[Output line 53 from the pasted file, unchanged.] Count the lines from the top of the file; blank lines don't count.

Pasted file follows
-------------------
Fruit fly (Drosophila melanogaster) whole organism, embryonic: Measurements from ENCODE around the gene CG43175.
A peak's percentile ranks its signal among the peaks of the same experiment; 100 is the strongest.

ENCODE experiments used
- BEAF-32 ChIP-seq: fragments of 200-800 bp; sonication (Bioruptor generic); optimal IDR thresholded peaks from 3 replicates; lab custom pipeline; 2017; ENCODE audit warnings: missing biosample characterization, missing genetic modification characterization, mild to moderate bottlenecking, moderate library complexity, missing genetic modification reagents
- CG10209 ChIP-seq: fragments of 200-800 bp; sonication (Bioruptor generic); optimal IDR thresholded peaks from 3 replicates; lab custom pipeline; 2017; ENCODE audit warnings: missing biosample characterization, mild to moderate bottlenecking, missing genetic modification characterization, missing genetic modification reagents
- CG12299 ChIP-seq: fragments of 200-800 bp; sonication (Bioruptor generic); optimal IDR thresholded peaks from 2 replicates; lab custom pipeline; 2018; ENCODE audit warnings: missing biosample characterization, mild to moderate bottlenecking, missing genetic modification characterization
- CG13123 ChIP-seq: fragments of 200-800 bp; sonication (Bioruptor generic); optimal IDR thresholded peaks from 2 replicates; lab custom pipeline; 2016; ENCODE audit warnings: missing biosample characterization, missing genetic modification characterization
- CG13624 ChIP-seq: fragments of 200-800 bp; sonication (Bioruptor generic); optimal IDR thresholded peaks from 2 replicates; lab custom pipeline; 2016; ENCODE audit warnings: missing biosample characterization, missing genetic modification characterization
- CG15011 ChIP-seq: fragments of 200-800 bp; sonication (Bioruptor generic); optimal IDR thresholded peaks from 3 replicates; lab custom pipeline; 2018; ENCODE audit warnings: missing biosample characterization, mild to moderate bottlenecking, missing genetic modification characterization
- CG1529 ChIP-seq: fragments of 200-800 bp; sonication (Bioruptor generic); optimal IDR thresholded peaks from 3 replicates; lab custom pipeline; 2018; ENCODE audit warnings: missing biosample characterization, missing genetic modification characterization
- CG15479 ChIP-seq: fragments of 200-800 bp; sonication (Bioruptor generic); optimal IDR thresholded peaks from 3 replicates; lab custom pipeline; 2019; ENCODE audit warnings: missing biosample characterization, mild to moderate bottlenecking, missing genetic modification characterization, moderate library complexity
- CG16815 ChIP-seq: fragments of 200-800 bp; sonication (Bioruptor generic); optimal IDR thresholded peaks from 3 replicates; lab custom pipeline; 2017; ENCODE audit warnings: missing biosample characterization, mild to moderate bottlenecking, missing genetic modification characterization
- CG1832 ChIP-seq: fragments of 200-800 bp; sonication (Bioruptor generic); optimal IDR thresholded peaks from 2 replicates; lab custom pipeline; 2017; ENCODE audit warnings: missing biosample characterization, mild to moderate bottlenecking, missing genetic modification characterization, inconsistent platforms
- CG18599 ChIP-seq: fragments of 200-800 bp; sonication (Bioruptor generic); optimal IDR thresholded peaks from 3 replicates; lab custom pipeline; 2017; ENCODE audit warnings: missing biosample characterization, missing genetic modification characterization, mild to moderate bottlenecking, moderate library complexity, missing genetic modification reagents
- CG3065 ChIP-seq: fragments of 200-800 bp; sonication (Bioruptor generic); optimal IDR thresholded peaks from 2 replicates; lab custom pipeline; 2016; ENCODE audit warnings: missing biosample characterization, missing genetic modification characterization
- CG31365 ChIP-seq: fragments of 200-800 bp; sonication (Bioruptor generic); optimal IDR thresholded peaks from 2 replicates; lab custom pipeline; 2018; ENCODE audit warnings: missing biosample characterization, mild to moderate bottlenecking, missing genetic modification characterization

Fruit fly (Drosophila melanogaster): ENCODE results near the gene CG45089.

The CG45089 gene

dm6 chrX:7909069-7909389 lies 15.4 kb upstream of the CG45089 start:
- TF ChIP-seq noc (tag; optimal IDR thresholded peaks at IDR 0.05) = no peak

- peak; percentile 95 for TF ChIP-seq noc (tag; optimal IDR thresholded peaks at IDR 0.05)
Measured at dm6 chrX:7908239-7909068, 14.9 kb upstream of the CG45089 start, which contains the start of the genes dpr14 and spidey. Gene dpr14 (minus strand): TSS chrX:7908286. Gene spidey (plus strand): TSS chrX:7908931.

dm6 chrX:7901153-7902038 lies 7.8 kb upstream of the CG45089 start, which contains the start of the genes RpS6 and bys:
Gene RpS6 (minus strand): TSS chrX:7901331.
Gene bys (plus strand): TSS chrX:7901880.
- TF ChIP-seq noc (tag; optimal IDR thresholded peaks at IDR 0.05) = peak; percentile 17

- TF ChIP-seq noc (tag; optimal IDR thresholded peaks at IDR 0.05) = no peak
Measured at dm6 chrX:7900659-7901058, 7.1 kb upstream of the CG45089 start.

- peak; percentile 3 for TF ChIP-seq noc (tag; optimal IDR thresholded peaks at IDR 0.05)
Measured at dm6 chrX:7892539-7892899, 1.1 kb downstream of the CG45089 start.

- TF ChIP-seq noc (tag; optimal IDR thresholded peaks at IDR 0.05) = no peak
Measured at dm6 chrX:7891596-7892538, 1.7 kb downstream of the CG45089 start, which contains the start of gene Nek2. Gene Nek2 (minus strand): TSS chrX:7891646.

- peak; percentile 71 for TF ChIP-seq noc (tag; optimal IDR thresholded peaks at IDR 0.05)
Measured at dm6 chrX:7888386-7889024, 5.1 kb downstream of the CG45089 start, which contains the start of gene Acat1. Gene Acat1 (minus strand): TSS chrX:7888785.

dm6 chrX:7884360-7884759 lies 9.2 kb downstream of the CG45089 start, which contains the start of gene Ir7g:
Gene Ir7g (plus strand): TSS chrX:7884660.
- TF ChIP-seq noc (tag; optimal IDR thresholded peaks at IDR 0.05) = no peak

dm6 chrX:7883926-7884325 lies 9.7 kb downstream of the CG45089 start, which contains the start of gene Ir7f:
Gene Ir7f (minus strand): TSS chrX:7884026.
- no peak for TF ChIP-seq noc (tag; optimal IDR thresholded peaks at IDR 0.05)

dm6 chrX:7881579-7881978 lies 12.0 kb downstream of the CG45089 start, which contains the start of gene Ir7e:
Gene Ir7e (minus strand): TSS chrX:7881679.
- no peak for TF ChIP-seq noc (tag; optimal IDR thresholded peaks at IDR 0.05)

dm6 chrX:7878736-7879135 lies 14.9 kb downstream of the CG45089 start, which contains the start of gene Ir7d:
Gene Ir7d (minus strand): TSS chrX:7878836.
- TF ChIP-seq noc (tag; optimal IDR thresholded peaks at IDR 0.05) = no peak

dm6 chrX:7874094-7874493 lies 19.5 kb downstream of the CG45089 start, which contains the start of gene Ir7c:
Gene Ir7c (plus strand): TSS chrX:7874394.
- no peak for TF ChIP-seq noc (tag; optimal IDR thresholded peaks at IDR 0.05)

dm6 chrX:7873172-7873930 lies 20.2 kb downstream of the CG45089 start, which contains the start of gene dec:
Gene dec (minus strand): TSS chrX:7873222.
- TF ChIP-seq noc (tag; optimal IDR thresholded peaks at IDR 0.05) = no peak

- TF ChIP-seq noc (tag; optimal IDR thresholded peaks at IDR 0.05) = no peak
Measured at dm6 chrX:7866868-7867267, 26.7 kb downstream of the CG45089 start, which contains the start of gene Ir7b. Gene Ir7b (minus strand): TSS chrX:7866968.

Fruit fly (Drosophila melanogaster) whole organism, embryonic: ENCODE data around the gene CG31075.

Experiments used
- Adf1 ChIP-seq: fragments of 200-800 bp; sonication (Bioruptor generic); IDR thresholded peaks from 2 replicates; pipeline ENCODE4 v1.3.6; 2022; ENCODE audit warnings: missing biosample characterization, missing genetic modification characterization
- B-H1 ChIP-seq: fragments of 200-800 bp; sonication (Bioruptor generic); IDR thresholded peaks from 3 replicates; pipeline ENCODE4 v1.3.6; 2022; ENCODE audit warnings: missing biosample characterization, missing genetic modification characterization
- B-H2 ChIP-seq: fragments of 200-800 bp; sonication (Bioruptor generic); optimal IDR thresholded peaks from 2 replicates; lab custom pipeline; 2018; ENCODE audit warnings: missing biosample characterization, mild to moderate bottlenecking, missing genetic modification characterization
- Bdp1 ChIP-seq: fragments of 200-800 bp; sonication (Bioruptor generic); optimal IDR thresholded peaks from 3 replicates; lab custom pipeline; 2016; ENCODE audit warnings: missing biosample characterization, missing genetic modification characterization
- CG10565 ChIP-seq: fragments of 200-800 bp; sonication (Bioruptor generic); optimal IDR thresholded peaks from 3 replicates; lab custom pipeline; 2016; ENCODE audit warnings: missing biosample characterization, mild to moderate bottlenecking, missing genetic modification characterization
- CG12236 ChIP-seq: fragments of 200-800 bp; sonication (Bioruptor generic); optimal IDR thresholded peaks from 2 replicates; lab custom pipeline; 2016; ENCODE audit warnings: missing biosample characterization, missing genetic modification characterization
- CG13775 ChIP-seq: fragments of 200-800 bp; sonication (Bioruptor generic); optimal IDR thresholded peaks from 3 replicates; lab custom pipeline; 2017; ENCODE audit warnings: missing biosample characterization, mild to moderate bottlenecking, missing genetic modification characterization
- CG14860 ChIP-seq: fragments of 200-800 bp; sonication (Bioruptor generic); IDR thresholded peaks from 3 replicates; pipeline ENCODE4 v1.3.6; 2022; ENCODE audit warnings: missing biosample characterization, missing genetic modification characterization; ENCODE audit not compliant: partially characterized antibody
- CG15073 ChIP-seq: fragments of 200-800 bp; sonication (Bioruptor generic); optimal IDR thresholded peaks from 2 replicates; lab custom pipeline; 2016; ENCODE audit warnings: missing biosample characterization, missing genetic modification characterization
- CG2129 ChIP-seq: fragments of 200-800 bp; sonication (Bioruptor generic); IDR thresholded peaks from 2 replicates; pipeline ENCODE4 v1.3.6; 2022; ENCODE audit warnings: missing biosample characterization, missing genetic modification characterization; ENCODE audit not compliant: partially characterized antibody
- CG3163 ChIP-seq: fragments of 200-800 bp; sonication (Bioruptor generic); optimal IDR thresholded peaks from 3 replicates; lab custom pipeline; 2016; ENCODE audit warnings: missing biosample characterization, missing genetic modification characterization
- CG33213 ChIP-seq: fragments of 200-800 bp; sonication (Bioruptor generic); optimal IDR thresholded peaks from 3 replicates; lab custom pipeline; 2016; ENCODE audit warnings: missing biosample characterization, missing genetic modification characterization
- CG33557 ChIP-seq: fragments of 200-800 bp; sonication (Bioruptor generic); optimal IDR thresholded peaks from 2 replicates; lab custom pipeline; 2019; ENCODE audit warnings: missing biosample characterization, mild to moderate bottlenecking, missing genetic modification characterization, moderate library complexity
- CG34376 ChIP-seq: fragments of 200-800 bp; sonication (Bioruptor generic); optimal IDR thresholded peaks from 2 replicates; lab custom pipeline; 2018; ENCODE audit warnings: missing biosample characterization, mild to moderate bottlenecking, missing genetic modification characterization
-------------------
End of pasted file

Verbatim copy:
- TF ChIP-seq noc (tag; optimal IDR thresholded peaks at IDR 0.05) = no peak